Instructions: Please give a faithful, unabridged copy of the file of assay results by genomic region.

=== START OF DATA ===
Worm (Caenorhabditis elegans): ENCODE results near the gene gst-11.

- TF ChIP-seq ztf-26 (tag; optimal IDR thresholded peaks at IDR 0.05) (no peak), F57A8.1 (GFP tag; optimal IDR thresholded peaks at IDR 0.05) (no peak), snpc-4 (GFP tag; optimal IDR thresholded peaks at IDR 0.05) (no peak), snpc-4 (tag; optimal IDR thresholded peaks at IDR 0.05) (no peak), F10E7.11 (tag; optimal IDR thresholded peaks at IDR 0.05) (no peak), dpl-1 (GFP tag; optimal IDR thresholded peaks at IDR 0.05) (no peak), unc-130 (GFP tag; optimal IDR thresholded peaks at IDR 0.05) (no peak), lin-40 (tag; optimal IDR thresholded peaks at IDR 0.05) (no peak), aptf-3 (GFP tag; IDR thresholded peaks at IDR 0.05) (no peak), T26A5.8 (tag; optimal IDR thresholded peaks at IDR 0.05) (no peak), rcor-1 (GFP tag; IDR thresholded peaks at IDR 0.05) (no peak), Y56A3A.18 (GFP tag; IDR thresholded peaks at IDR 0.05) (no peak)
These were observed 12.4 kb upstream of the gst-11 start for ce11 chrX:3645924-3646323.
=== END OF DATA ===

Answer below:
Worm (Caenorhabditis elegans): ENCODE results near the gene gst-11.

- TF ChIP-seq ztf-26 (tag; optimal IDR thresholded peaks at IDR 0.05) (no peak), F57A8.1 (GFP tag; optimal IDR thresholded peaks at IDR 0.05) (no peak), snpc-4 (GFP tag; optimal IDR thresholded peaks at IDR 0.05) (no peak), snpc-4 (tag; optimal IDR thresholded peaks at IDR 0.05) (no peak), F10E7.11 (tag; optimal IDR thresholded peaks at IDR 0.05) (no peak), dpl-1 (GFP tag; optimal IDR thresholded peaks at IDR 0.05) (no peak), unc-130 (GFP tag; optimal IDR thresholded peaks at IDR 0.05) (no peak), lin-40 (tag; optimal IDR thresholded peaks at IDR 0.05) (no peak), aptf-3 (GFP tag; IDR thresholded peaks at IDR 0.05) (no peak), T26A5.8 (tag; optimal IDR thresholded peaks at IDR 0.05) (no peak), rcor-1 (GFP tag; IDR thresholded peaks at IDR 0.05) (no peak), Y56A3A.18 (GFP tag; IDR thresholded peaks at IDR 0.05) (no peak)
These were observed 12.4 kb upstream of the gst-11 start for ce11 chrX:3645924-3646323.